“In a study published in 2014, the researchers showed that peel-related-loss — measured by comparing the tomato’s weight before and after peeling — was about 8 to 13 percent with the infrared heating and about 13 to 16 percent with sodium hydroxide-based peeling”
Excerpt from a Study in the January 2015 issue of Agricultural Research magazine describing the process of peeling Tomatoes using IR (InfraRed) Radiation
Howdy dear readers! If you though peeling Potatoes and Apple with Drills (Deer, 2014 December 14) was weird, wait till you read my latest reflection on peeling Tomatoes.
Supposed you, my fellow Miconian, were faced with the dilemma of peeling 6000 tomatoes?
Well, over a period of five (5) years a team led by Agricultural Research Service engineer Zhongli Pan and his team figured out how to peel tomatoes using IR (USDA, 2015). His team, who are seeking a patent for their invention, consists of the following people:
- Tara McHugh, research leader and food technologist with ARS at Albany
- Carlos Masareje with Precision Canning Equipment, Woodland, California
- James Valenti-Jordan of Del Monte Foods, Walnut Creek
Engineer Zhongli Pan, faced with this dilemma, developed a non-aqueous method of peeling tomatoes (Franco, 2015).
During those five (5) years while based at the agency’s Western Regional Research Center in Albany, California, his research team experimented with and developed a method to peel Tomatoes using IR Radiation.
His work was published in the January issue of Agricultural Research magazine, paves the way for a tomato peeling machine in every home.
It’ll also eliminate the need for steam heating the tomatoes or blasting them with jets of sodium hydroxide or potassium hydroxide and then rinsing them off with water. Best of all, it avoids over-peeling the tomato, leaving much of the flesh on the tomato, making the final product aesthetically appealing.
This as over-peeling exposes the less attractive paler inner layers as well as the tomato’s yellowish, vein-like vascular bundles. By using this new IR Method, the Tomato remains pleasantly firm and hold together well when cut. The lack of water means that depending on their moisture content, the IR peeled tomatoes were a little more firm than those peeled with other methods.
So how does this IR method work?
Dr Zhongli Pan developes IR Radiation to peel Tomatoes – No Drill Required
The process involve the use of IR (Infrared Radiation), a spectrum of light just below Red light in the visible spectrum of light (Liew, 2015) that has a frequency of (frequency 430 THz) to 1 mm (300 GHz) and a wavelength of 700 nanometers.
IR is produced from the changes in the Vibration and Rotational State of molecules and is often radiation associated with the heating effect of molecules. Consequently, IR is used not only in Night Vision equiptment but also in Microwave Ovens to count Calories (Deer, 2014 July 11) and even portable IR Spectroscopy such as Consumer Physics’s (Deer, 2014 May 16) US$199 SCiO Portable IR Spectrometer.
The tomatoes in question, which are of the Roma variety, are run along a conveyor belt. While rolling along on their merry way, the tomatoes are irradiated using IR Radiation emanating from a set of IR Tubes for sixty (60) seconds.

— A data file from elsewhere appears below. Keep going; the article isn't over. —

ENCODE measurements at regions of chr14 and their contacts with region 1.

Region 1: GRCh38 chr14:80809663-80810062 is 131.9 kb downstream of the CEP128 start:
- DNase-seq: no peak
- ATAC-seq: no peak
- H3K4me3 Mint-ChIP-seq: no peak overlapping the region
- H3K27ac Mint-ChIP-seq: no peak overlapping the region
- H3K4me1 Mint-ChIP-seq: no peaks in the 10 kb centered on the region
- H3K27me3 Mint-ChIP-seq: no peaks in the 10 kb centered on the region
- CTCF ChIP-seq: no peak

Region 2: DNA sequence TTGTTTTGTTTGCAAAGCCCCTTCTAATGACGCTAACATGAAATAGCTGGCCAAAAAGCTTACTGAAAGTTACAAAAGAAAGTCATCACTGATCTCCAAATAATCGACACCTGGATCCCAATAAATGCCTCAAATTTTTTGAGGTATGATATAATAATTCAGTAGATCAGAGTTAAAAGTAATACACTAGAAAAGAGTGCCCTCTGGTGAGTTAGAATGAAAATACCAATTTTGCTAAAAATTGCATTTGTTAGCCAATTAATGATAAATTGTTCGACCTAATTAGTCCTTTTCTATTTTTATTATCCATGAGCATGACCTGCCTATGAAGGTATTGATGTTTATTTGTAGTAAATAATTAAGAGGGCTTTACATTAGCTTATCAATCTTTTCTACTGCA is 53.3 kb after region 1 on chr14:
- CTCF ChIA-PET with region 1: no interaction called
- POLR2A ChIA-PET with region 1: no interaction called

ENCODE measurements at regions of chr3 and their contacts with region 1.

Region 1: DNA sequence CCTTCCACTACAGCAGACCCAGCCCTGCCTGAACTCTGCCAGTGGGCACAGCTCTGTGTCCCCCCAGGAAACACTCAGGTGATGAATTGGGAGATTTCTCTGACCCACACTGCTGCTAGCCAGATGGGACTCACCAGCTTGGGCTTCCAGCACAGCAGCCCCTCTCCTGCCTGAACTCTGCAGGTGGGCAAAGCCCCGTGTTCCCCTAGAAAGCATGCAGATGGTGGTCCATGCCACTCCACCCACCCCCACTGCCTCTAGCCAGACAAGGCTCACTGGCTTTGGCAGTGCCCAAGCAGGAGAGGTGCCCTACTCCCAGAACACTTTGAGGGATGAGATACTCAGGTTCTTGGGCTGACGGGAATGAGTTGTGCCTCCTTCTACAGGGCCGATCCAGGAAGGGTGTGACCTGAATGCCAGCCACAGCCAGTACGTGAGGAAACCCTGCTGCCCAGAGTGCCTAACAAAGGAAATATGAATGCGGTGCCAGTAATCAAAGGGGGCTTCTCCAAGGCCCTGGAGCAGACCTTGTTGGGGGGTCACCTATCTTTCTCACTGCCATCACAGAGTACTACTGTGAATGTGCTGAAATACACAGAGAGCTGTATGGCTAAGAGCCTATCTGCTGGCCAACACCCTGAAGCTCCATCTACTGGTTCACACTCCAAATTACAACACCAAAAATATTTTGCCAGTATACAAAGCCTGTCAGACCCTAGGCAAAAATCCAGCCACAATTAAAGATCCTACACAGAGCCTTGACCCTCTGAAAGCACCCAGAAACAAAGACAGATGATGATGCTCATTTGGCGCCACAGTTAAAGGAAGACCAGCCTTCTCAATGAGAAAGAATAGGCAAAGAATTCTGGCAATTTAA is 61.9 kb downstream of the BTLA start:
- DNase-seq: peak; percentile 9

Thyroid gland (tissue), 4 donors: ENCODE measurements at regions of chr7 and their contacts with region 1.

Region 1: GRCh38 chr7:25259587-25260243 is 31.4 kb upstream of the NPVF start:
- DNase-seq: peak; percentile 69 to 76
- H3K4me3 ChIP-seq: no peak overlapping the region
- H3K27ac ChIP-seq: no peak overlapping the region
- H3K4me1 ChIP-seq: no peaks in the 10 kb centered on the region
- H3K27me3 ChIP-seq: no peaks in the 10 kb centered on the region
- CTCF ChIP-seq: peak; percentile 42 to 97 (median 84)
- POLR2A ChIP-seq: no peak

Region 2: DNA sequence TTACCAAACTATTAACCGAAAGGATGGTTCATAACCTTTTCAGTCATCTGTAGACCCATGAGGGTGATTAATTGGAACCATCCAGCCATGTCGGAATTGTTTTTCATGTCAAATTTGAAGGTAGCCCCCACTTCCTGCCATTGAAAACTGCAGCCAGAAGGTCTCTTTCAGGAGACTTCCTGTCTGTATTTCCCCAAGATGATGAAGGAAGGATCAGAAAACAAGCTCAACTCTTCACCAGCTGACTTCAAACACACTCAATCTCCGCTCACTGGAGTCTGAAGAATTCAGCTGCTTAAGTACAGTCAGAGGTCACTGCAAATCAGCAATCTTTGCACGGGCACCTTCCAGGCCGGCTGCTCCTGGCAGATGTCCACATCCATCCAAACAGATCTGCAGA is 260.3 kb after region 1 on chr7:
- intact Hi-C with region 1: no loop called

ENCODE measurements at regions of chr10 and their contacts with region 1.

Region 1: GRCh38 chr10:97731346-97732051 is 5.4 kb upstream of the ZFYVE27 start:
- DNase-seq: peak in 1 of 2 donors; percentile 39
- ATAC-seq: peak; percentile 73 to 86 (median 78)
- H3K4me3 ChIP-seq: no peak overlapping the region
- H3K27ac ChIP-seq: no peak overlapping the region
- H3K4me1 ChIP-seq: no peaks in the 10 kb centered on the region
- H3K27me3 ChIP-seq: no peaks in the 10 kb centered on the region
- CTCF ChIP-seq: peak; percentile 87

This creates a localized heating effect that cause the skin to crack and moisture within the Tomatoes to rise to the surface, lifting the tomato skin up slightly, separating it from the fleshy body of the Tomato.
In this state, the skin can be easily removed by passing though a vacuum chamber where Rollers configured in a V-shape that gently peel off the outer layers. The real takeaway here is the savings to the manufacture in terms of the usage of water and chemicals.
So the next time you want to peel a tomato, probably in the year 2016 and you use a device that uses IR Radiation, chances are it might be a device based on a patent that was issued by Agricultural Research Service Engineer Zhongli Pan and his team at the Western Regional Research Center in Albany, California.
- Deer, L. (2014, December 14). The Fastest Way to Peel Apples and Potatoes using a Power Drill. Retrieved from https://lindsworthdeer.wordpress.com/2014/12/14/the-fastest-way-to-peel-apples-and-potatoes-using-a-power-drill/
- Deer, L. (2014, July 11). General Electric Research Team develops Portable Microwave Calorie Counter – Counting Calories one Water and Fat Molecule at a time. Retrieved from http://mythoughtsontechnologyandjamaica.blogspot.com/2014/07/general-electric-research-team-develops.html
- Deer, L. (2014, May 16). Consumer Physics US$199 SCiO Portable IR Spectrometer – Star Trek Tricorder that can scan the Molecular World. Retrieved from http://mythoughtsontechnologyandjamaica.blogspot.com/2014/05/consumer-physics-us199-scio-portable-ir.html
- Franco, M. (2015, January 30). The juicy payoff of peeling tomatoes with infrared energy. Retrieved from http://www.cnet.com/news/the-juicy-payoff-of-peeling-tomatoes-with-infrared-energy/
- Liew, S. C. (2015, February 9). Electromagnetic Waves. Retrieved from http://www.crisp.nus.edu.sg/~research/tutorial/em.htm
- USDA. (2015, February 9). Peeling Roma-style Tomatoes the Eco-friendly Way. Retrieved from http://www.ars.usda.gov/is/AR/archive/jan15/tomatoes0115.htm